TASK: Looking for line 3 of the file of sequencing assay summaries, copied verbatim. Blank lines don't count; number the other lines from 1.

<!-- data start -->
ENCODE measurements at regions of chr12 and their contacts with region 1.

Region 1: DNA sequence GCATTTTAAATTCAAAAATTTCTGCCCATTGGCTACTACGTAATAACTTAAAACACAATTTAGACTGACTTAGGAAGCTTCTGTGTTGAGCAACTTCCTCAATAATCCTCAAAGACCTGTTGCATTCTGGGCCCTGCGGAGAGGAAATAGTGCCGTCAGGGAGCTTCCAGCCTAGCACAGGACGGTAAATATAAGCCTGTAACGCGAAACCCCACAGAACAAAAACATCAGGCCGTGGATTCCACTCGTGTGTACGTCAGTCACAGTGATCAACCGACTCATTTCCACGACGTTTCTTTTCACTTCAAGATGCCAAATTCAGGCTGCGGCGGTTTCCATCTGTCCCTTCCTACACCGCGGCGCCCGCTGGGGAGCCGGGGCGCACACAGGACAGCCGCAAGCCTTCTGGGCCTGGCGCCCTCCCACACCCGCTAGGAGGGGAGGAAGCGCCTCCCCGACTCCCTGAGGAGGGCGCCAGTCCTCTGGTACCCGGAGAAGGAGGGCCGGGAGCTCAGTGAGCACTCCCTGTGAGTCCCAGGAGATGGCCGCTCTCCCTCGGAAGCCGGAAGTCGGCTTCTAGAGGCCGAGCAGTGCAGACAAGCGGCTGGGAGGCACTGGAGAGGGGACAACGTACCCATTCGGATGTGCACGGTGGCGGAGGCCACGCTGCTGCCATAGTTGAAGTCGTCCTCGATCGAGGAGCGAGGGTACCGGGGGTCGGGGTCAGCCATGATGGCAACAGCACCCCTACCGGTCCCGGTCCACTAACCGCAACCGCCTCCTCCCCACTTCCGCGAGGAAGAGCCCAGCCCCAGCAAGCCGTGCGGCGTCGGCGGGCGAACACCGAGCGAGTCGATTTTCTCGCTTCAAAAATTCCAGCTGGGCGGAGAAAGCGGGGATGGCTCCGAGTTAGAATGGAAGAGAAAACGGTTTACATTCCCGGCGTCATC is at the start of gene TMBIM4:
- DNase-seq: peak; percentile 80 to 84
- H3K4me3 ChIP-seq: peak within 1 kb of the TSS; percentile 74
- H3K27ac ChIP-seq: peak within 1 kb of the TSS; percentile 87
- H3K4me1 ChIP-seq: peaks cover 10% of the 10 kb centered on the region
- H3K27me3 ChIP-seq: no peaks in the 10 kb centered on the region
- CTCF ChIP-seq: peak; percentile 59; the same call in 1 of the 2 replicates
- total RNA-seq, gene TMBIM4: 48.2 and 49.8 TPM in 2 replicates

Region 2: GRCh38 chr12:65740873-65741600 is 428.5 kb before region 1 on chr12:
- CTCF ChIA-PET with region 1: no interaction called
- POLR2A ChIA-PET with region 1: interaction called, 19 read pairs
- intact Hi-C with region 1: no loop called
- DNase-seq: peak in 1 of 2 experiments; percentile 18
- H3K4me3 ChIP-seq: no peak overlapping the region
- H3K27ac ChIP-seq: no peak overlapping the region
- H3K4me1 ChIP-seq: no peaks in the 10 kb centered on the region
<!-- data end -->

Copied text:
- DNase-seq: peak; percentile 80 to 84